Kiosks drive add-on orders for French fast casual

| by Elliot Maras
Kiosks drive add-on orders for French fast casual

Colleen Caulliez Wagner didn't need to be sold on the benefits of self-order kiosks when she decided to open a restaurant specializing in French street food. Having worked in restaurant concept and design for McDonald's when the QSR giant was preparing to introduce kiosks to the U.S., she fully recognized how kiosks could improve customer service and stimulate higher ticket averages. That's why she deployed two iPad kiosks before even opening Léa French Street Food four months ago in Oak Park, Illinois, near Chicago

Colleen Caulliez Wagner, with the support of her husband, Nicolas, is introducing Oak Park, Illinois to French street food.

The restaurant — which makes artisan, traditional French bread and pastries daily — is off to a promising start, said Caulliez, who believes the kiosks have already won favor with customers. About 78 percent of the orders come from the iPads made by the POS company, TouchBistro.

Customization holds the key

"Customization is becoming more and more important to the customer," Wagner told Kiosk Marketplace. "Digital really helps with customization, and the self-order kiosk is a platform for that. I see that as the future."

The main sellers in the 50-seat restaurant are salads, sandwiches and tartins —  open face warm sandwiches. Wagner, who learned to love French food while living in Paris, uses locally sourced ingredients, baking with traditional French recipes.

Wagner brought a unique background to the restaurant business. Before working for McDonald's for two years prior to opening her own restaurant, she was an architect by trade and had also served as director of development for Apple in the European Union before moving back to the U.S. 

Strategic interior design

She designed the restaurant's layout so that the customer first sees the menu on the wall before approaching the kiosks. The kiosks then do an excellent job making the add-ons visible on the menu, something that is very important.

There is a "build-your-own" option on the menu for sandwiches and salads. Wagner saw the kiosks as especially helpful in encouraging customers to choose their own ingredients.

"It would really be kind of difficult to do (suggestive customization) person-to-person," she said. "With a kiosk, it's super easy and super clean."

A server can certainly ask the customer if they would like something in addition to their order, but the server is not likely to ask if they want every specific add-on the menu offers. Doing so would be awkward.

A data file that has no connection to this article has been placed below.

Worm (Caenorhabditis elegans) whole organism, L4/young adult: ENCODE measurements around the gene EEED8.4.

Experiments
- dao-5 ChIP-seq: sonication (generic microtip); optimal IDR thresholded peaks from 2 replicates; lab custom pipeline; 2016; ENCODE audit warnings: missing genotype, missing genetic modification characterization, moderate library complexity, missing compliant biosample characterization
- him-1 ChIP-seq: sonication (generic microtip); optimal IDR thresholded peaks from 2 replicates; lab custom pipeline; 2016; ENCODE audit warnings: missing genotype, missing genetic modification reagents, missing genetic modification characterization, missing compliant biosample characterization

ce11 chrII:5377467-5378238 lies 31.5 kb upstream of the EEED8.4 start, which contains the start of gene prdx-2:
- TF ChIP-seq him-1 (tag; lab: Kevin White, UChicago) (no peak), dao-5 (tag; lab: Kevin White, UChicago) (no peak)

"With the kiosk you get to see all of the different add-ons that are available to you," she said. "They (the customers) don't see it as threatening, like someone's trying to upsell them. It's more fun for them."

"People do discover the menu differently if they're doing it themselves," she said. "The more add-ons the better, because customers see it as a cool option. It allows the customer to clearly see the things they could add on, which often happens."

Positive customer response

Once customers became familiar with using the kiosks, Wagner noticed an increase in the amount of customization. And they became comfortable with the kiosks faster than Wagner expected.

Order customization has delivered higher check sizes. The average check size with the kiosk is $17.17, which is nearly double that of the counter order, $9.79.

What about cash payments?

Wagner also felt it was important for the kiosk to accommodate cash payments in some way. 

"It bumps you right to the (manual) POS so that you can pay with cash after you've completed your kiosk order," she said. "That was something that was super important to us." While the kiosk doesn't accept cash, it prompts the customers who want to use cash to go to the one attended register.

Wagner did consider kiosks that accepted cash, but she felt the cash management processes in these systems were "clunky." 

"To my knowledge, there's not a really easy system out there" for machines that accept cash, she said.

Wagner also wanted a kiosk that would allow ID checks for liquor sales.

"Legally, we have to check the ID before we sell the wine and the beer," Wagner said. At the end of every order that includes liquor, the kiosk advises the customer to go to the cash register.

"It will bump you to the (attended) POS, and then we'll check the ID and we'll terminate the order at the POS," she said.

"That's not at all the norm in the industry right now," she said.

Part 2 in this two-part series will explore how the kiosks helped familiarize customers with the menu and how the restaurant manages order flow.

Cover photo: TouchBistro

Topics: Menu Boards, POS, Systems / Technology

Companies: TouchBistro

Elliot Maras

Elliot Maras is the editor of and

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